A total of 223 samples of airway epithelium were obtained by bronchial brushing from three different locations (trachea, large airway, small airway) from 144 subjects with 5 different pulmonary phenotypes (healthy non-smokers, healthy smokers, symptomatic smokers, smokers with lone emphysema with normal spirometry, and smokers with COPD; Table ). The mean ages varied from 36 to 52 yr, and males represented the majority in all but one group. The ancestries varied among those of European, Hispanic, Asian and African. The lung function fit the criteria for each group. A range of 4.4 to 7.6 × 106
cells were recovered from trachea, large airway and small airway in all five pulmonary phenotypic groups and cell counts were not dependent upon phenotype of the subject or site of bronchial brushing (p > 0.05 by ANOVA). From all locations, an average of 99 to 100% of all cells recovered were epithelial with less than 1% contamination by non-epithelial cells. The cell differentials varied depending on location as previously described [4
]. The average yield of extracted RNA was 25.3 ± 10 μg. varying from 3.5 to 53.9 μg.
Demographic of the Study Population and Biologic Samples1
Establishment and Testing of Quality Control Criteria
The overall strategy was to utilize the data on 223 samples to establish prospectively applicable QC criteria that would ensure high quality expression microarray data for biological interpretation in our ongoing studies. The QC criteria were selected as rigorous and objective quality control metrics at three distinct stages of the microarray workflow, and were applied to all 223 samples hybridized to microarray in this study; for the RIN assessment, the n = 191 (32 samples were unavailable for RIN analysis because the samples were hybridized to microarray prior to the development of the Bioanalyzer RIN software). For the GAPDH 3'/5' signal intensity ratio and scaling factor criteria, all 223 samples were included.
Of the 223 samples, all three criteria were assessed in 191; of these 184 (96.3%) passed all three criteria. For the remaining 32 samples, the RIN was not available, and only the other two criteria were used; of these 29 (90.6%) passed these two criteria. Only 10 (4.5%) failed at least one QC criterion, and were therefore considered to have failed QC. The overall breakdown of samples failing QC was: 2 large airway samples (1 healthy non-smoker and 1 healthy smoker) and 8 small airway samples (1 healthy smoker, 4 symptomatic smokers, and 3 smokers with COPD). The greatest source of failure was the scaling factor criterion, which contributed to 70% of the overall failures. All of the 10 samples failing the QC criteria failed the RIN and/or scaling factor criterion, indicating that these metrics may be the most sensitive to technical variance, and therefore are central to assessing overall array quality. While 7 samples failed by one criterion each, 1 sample failed by both the RIN and GAPDH 3'/5' ratio criteria, and 2 samples failed by both the RIN and scaling factor criteria, suggesting that the quality control parameters exert correlated effects on array performance.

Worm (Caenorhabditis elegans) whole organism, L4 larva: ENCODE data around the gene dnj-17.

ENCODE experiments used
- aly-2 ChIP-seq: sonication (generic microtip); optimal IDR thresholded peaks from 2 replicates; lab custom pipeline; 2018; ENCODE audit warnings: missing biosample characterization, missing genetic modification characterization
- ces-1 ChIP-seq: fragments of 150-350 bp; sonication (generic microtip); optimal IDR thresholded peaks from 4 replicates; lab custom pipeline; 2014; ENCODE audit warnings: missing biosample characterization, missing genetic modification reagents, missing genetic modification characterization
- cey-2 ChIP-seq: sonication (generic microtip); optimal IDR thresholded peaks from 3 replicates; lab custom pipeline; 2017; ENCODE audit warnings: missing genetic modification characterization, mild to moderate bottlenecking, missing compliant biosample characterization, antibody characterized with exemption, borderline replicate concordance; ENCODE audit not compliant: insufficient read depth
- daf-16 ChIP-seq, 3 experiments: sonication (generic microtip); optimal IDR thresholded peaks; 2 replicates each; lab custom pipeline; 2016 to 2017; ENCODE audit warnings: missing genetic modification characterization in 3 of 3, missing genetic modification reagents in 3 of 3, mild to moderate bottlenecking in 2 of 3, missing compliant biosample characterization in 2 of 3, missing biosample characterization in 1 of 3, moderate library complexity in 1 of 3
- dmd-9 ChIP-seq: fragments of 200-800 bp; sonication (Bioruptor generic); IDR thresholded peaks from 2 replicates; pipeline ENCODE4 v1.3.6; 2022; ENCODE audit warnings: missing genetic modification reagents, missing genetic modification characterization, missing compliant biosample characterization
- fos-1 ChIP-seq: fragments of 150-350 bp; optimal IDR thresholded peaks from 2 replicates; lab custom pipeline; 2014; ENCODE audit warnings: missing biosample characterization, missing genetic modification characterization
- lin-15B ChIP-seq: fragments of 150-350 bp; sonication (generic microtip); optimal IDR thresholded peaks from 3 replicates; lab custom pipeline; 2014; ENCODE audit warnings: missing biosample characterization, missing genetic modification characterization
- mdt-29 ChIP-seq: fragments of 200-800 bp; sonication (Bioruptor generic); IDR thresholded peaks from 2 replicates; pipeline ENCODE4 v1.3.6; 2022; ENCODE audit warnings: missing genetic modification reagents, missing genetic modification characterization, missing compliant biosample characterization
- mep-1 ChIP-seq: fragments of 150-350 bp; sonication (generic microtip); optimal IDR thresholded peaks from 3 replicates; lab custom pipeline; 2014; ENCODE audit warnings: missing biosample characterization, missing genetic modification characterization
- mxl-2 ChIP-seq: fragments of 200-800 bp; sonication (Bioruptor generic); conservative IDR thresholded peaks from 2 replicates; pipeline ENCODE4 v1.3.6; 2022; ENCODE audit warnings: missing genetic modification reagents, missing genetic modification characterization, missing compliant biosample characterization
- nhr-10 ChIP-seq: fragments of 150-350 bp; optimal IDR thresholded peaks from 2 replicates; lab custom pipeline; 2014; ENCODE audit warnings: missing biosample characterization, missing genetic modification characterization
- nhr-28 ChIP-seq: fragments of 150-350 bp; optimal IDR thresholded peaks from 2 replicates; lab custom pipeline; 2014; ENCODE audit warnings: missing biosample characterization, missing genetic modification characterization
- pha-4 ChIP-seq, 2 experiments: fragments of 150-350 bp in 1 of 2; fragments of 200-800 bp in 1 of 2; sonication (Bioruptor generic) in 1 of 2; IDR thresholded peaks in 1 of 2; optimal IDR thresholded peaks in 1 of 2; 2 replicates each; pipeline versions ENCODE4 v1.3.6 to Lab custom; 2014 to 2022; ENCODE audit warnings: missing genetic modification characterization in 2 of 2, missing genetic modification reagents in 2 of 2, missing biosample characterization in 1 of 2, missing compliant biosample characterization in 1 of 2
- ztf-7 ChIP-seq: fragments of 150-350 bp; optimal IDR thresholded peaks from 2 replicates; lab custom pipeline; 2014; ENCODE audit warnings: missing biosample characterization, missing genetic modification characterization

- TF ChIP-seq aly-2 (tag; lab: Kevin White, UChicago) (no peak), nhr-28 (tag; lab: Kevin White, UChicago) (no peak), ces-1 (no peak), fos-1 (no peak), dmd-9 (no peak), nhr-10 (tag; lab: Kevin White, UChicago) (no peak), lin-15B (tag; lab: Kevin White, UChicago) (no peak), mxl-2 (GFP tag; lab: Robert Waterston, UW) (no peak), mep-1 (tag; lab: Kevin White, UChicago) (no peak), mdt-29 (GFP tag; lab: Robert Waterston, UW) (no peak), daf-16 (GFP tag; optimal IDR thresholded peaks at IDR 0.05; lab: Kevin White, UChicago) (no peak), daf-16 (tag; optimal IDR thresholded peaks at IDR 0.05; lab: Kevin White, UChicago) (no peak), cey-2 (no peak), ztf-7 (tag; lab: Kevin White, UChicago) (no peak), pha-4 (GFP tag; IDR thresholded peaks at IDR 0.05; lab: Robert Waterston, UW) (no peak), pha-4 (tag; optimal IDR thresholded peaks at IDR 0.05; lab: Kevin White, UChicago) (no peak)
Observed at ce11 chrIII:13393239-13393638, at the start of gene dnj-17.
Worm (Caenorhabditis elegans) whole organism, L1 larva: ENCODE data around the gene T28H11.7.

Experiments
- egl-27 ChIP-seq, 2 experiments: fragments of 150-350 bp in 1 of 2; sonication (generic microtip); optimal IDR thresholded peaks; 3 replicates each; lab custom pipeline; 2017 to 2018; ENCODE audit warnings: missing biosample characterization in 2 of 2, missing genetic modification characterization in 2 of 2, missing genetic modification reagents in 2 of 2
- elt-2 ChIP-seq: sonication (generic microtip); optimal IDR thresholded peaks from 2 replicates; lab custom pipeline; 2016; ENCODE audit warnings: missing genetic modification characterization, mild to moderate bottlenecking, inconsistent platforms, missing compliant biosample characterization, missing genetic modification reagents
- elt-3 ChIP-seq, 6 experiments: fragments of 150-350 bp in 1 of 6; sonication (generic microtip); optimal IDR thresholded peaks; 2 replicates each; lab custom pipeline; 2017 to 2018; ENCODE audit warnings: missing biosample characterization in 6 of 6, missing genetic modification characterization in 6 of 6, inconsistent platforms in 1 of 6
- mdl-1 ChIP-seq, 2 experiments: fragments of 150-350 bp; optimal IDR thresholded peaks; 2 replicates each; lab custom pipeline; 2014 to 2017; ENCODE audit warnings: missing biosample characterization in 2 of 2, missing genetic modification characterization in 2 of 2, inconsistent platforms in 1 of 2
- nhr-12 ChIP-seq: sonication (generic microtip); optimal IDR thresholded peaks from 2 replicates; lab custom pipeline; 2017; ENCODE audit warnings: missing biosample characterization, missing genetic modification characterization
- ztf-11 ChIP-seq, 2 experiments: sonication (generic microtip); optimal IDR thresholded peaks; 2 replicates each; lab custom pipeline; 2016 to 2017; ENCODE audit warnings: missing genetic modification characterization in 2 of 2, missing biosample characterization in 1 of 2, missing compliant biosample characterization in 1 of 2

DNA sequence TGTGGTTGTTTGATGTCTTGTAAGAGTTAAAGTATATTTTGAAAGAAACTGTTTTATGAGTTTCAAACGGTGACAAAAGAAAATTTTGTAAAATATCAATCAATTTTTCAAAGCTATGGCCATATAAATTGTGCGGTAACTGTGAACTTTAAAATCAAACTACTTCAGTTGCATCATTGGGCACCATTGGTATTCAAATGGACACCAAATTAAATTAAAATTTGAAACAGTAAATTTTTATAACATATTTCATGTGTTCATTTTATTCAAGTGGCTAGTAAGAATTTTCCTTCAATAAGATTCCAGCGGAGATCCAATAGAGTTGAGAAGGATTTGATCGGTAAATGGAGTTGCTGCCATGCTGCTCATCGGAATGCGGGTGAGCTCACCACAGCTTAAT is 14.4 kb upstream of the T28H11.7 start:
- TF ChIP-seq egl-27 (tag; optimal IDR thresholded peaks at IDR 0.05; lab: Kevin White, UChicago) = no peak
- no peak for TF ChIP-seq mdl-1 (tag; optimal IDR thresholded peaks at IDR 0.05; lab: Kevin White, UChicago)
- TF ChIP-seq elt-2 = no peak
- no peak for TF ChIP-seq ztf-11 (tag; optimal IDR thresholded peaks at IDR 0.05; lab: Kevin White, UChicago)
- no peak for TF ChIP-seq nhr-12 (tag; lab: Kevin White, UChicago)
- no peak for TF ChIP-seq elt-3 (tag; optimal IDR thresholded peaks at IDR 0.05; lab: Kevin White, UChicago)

The RNA quality was examined by the Bioanalyzer-generated RIN score in 191 samples for which there was data available (see above). Based on published data [26
], samples with a RIN ≤ 7.0 were designated to have passed QC (Figure ). Five out of the 191 samples (2.6%) had RIN scores <7.0. The RIN values were not significantly dependent upon the phenotype or biologic origin of the RNA sample (p > 0.1 by ANOVA), with n = 4 small airway samples (1 healthy smoker, 2 symptomatic smokers, 1 smoker with COPD) and 1 large airway sample (healthy nonsmoker) failing on the basis of RIN <7.0.
Figure 1 Assessment of RNA quality in airway epithelial samples. Integrity of 180 RNA samples was scored using the RNA Integrity Number (RIN) generated by Agilent 2100 Bioanalyzer Software (1 = highly degraded; 10 = intact). Samples are grouped by phenotype as (more ...)
GAPDH 3'/5' Signal Intensity Ratio
As a metric for the efficiency of transcription and amplification of antisense cRNA from the cDNA derivative of the starting RNA material, the signal intensities for the probe sets for GAPDH residing at the 5' end and within the 600 nucleotides most proximal to the priming site at the 3' end of the transcript were compared. For all samples hybridized to microarrays, 3' to 5' probe set intensities for the GAPDH gene were extracted to compute the 3'/5' signal intensity ratio. Based on published data [16
], the criterion for passing QC was established as GAPDH 3'/5' ratio ≤ 3.0 (Figure ). By this criterion, only 1 small airway sample from a symptomatic smoker failed QC. The Affymetrix expression microarray also returns 3'/5' ratios for other genes including β-actin. But due to the strong correlation in 3'/5' ratios for β-actin and GAPDH (r2
= 0.92; p < 0.0001), application of addition cutoff criteria beyond GAPDH was considered redundant. In the context of airway epithelium, although GAPDH is not an ideal "housekeeping" gene as its expression may vary under different conditions, this does not interfere with its use in assessing cRNA quality [37
Figure 2 Assessment of GAPDH 3'/5' and Chip scaling factor. Ratios of signal intensities for GAPDH 3' and 5' probe sets for 223 samples were extracted from the GeneChip Operating Software (GCOS) Quality Report and plotted against the Scaling Factors analyzed with (more ...)
Multi-chip Normalization Scaling Factor
The scaling factor was used as an overall index of the microarray hybridization, washing, and scanning process. Scaling factor values for all 223 samples computed at a target intensity value of 500 were examined. The criterion of scaling factor values ≤ 10.0 was established (Figure ). Seven out of the 223 samples (3.1%) had scaling factor values above the acceptable cutoff. The scaling factor values were not significantly dependent upon the phenotype or biologic origin of the sample (p > 0.1 by ANOVA), with n = 5 small airway samples (1 healthy smoker, 2 symptomatic smokers, 2 smokers with COPD) and n = 2 large airway samples (1 healthy nonsmoker, 1 healthy smoker) failing on the basis of scaling factor >10.0.
The interdependence of failing different QC criteria was assessed (Table ). Of the total 7 samples that failed RIN, three failed one of other the other QC criteria with 1 failing GAPDH 3'/5' test and 2 failing scaling factor test. There was no pattern of repeated QC failure by a single subject sampled on more than one occasion, neither was there correlation of failure with differential or % non-epithelial contamination.
Classification of Quality Control Failures by Criterion 1
Maintenance Gene Expression Levels